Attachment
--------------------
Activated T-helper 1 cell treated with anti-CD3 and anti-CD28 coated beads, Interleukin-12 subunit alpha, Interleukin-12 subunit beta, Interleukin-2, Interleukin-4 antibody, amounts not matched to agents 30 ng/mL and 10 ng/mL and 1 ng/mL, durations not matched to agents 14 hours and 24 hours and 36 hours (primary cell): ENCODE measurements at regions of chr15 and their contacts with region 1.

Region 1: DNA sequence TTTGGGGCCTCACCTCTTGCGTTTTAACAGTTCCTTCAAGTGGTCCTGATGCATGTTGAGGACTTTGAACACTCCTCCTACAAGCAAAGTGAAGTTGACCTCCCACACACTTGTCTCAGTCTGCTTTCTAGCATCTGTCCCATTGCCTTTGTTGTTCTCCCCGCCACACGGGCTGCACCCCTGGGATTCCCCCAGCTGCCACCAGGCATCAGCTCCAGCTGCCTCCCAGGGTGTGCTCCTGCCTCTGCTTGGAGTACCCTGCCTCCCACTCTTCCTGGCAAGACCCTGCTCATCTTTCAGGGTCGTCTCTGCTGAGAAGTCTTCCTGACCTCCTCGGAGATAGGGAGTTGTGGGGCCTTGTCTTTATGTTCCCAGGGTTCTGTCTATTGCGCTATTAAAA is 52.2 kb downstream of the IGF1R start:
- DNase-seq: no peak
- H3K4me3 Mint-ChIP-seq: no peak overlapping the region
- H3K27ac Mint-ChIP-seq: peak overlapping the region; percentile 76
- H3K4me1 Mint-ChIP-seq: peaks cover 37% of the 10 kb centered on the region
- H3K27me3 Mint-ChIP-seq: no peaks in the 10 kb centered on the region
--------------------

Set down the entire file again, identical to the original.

Activated T-helper 1 cell treated with anti-CD3 and anti-CD28 coated beads, Interleukin-12 subunit alpha, Interleukin-12 subunit beta, Interleukin-2, Interleukin-4 antibody, amounts not matched to agents 30 ng/mL and 10 ng/mL and 1 ng/mL, durations not matched to agents 14 hours and 24 hours and 36 hours (primary cell): ENCODE measurements at regions of chr15 and their contacts with region 1.

Region 1: DNA sequence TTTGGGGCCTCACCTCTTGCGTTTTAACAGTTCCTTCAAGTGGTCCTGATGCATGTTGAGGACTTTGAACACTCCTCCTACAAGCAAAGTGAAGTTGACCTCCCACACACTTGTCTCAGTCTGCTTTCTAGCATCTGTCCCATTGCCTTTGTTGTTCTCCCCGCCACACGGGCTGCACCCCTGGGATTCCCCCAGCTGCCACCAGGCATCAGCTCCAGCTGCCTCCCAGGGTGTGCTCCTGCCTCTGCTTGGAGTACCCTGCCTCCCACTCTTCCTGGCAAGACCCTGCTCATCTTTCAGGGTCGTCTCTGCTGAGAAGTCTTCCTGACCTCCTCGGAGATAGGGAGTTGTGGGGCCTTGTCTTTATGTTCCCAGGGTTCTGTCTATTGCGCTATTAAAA is 52.2 kb downstream of the IGF1R start:
- DNase-seq: no peak
- H3K4me3 Mint-ChIP-seq: no peak overlapping the region
- H3K27ac Mint-ChIP-seq: peak overlapping the region; percentile 76
- H3K4me1 Mint-ChIP-seq: peaks cover 37% of the 10 kb centered on the region
- H3K27me3 Mint-ChIP-seq: no peaks in the 10 kb centered on the region